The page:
Help for the Grieving

Coping with Personal Loss During the COVID-19 Pandemic: Help for the Grieving
by David Lautzenheiser

 

Personal loss can be emotionally devastating when life is somewhat normal—but loss during a pandemic can magnify emotions, loneliness, and feelings that become very hard to describe. Everyone is experiencing some kind of personal emotions due to this current pandemic situation. In the past few weeks while trying to maneuver through the changes this virus has created in our lives for the body of believers at Christ’s Church, three special individuals, connected to our church, have died—days within each other. Though not everyone had a personal connection to these three individuals, the impact of this loss has a cumulative effect on the members in our congregation. This personal loss compounds what we are already feeling during the COVID-19 pandemic. This creates the question: “How do we walk through loss during this time of pandemic when we can no longer come together to mourn the loss of these loved ones?” The following thoughts are based on my experience as a certified Grief Recovery Specialist.

It’s Normal to Grieve
First, it is important to define grief. Grief is often misunderstood. Simply stated: Grief is the natural reaction to loss of any kind. Yes, it feels terrible! Yes, you may feel like your heart is broken! Yes, you may find it difficult to focus, but it is important to remember that whatever the feeling, it is normal. This is grief and the feelings are unique to you. While we all experience and feel the pain of loss, those feelings are unique to you and comparing your loss to another’s loss is not helpful and can be hurtful to you on an emotional level. So, try not to compare what you are going through to what someone else may be going through in this difficult time.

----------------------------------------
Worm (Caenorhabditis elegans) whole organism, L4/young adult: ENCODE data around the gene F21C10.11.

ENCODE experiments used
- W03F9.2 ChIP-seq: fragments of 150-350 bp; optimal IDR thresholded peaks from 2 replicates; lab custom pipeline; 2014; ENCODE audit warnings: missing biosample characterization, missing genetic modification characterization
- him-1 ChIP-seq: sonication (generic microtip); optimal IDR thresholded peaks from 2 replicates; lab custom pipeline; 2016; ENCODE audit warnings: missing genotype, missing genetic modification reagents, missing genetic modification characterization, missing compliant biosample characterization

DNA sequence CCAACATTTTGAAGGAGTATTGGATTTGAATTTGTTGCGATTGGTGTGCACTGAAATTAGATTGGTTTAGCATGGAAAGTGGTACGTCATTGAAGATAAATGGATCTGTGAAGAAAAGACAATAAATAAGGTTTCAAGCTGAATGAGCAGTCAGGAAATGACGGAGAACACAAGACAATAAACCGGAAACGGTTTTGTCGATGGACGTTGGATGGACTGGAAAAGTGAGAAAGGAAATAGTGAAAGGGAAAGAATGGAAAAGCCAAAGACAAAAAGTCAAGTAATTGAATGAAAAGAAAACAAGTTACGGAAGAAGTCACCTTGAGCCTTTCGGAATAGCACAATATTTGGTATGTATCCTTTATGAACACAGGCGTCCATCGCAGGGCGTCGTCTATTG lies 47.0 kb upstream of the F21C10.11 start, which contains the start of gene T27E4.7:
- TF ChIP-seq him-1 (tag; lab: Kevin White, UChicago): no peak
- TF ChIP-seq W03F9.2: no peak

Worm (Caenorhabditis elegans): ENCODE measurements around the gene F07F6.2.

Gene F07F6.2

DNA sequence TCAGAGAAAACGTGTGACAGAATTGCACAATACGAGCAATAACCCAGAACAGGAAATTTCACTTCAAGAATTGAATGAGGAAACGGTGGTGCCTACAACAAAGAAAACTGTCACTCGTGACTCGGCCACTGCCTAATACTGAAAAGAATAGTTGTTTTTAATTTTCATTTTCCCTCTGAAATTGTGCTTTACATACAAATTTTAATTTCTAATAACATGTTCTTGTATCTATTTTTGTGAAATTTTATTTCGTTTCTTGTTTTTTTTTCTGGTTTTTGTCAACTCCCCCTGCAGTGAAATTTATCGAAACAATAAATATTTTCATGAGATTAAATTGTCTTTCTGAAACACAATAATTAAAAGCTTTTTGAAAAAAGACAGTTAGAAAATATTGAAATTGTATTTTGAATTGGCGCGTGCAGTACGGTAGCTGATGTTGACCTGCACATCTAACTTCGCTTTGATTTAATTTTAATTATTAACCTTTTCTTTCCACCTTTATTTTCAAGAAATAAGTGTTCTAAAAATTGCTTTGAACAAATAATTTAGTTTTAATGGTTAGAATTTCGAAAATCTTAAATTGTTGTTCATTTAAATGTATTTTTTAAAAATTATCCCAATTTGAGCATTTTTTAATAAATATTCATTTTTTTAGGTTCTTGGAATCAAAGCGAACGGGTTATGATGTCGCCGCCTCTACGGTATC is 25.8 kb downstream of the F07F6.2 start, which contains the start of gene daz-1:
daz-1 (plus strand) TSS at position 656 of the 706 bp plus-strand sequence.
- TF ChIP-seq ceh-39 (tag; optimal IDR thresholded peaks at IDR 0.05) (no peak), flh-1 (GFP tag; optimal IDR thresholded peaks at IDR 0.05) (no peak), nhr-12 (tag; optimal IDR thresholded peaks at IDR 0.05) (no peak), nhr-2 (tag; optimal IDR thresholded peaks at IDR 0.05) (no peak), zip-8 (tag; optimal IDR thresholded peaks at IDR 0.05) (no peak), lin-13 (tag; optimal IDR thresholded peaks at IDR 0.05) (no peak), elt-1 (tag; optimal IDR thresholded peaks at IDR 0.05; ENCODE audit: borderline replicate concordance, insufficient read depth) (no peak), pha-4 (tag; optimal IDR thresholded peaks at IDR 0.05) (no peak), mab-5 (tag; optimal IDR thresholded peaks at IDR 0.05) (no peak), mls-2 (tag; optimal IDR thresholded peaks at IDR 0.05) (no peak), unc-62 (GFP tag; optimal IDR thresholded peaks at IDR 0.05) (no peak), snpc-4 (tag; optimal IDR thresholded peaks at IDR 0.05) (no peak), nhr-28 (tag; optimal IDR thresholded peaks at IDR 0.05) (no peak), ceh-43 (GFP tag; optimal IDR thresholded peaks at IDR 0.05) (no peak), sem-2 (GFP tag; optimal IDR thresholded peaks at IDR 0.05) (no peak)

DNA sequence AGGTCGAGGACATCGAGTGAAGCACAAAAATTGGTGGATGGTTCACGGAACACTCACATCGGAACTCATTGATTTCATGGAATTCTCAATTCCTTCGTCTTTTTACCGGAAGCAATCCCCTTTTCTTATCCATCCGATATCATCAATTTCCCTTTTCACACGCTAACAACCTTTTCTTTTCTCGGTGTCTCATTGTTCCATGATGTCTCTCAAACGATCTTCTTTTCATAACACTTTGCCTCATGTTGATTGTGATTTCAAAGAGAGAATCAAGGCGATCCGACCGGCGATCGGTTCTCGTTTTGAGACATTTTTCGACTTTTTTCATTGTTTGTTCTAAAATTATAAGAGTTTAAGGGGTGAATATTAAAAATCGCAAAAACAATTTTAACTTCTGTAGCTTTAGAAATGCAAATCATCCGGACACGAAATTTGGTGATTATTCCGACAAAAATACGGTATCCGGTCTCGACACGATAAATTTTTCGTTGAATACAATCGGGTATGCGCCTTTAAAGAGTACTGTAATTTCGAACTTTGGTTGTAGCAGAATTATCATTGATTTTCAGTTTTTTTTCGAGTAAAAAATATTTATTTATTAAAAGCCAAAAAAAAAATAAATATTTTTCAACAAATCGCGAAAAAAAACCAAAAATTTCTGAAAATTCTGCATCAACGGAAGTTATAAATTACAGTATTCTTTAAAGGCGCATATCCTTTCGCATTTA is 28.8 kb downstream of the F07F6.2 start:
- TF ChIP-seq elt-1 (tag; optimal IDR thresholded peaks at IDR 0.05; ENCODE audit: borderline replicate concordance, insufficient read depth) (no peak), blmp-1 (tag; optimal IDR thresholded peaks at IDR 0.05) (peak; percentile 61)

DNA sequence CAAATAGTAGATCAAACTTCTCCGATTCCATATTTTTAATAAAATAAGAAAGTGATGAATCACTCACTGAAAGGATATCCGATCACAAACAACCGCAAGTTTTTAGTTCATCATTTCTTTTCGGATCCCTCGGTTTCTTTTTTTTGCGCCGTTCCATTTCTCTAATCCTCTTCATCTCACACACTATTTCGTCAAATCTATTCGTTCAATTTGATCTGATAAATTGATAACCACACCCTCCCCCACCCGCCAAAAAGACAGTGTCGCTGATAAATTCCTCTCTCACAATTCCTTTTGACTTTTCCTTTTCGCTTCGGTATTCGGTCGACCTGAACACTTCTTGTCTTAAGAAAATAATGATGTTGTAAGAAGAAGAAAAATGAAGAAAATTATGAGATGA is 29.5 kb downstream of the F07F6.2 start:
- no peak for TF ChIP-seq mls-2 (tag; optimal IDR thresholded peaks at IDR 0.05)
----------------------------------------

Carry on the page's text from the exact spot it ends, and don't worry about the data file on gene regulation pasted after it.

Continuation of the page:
Second, grief is the conflicting feelings caused by the end or change in a familiar pattern of behavior. That definition really hits home during this coronavirus, doesn’t it? We were living lives with the freedom to work, travel, dine out, and worship together when suddenly—overnight—it abruptly stopped. This change in familiar pattern of behavior causes the feeling of loss and then through the media we discover that this virus can be fatal. We watch and listen as the statistics rise for those who have lost their lives to this virus. Again, the “feelings” from this change of norm create the feeling of loss within us.